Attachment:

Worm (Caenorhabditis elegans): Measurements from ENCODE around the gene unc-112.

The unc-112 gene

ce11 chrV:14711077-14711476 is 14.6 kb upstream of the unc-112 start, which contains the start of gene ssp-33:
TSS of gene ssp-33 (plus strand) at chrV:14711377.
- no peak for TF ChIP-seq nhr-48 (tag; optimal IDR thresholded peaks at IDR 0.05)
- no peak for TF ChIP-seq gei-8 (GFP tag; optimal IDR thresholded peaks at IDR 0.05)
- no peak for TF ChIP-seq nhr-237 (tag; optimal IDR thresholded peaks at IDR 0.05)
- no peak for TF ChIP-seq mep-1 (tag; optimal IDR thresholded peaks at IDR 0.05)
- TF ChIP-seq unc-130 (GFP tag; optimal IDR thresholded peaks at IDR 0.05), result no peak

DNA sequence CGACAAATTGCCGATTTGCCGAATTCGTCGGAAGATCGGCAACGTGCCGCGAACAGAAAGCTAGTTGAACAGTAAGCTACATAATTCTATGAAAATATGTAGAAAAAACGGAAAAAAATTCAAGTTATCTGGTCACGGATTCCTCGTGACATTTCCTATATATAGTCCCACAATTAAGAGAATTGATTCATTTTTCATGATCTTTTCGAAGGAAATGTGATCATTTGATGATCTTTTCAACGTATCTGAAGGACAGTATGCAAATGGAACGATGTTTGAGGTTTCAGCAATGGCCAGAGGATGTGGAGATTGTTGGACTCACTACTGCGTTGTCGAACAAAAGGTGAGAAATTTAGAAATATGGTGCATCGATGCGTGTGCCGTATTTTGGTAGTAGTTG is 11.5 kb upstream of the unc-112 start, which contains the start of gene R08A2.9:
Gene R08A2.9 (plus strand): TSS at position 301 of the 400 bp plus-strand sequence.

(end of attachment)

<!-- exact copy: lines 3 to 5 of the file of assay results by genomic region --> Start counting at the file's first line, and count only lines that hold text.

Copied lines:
ce11 chrV:14711077-14711476 is 14.6 kb upstream of the unc-112 start, which contains the start of gene ssp-33:
TSS of gene ssp-33 (plus strand) at chrV:14711377.
- no peak for TF ChIP-seq nhr-48 (tag; optimal IDR thresholded peaks at IDR 0.05)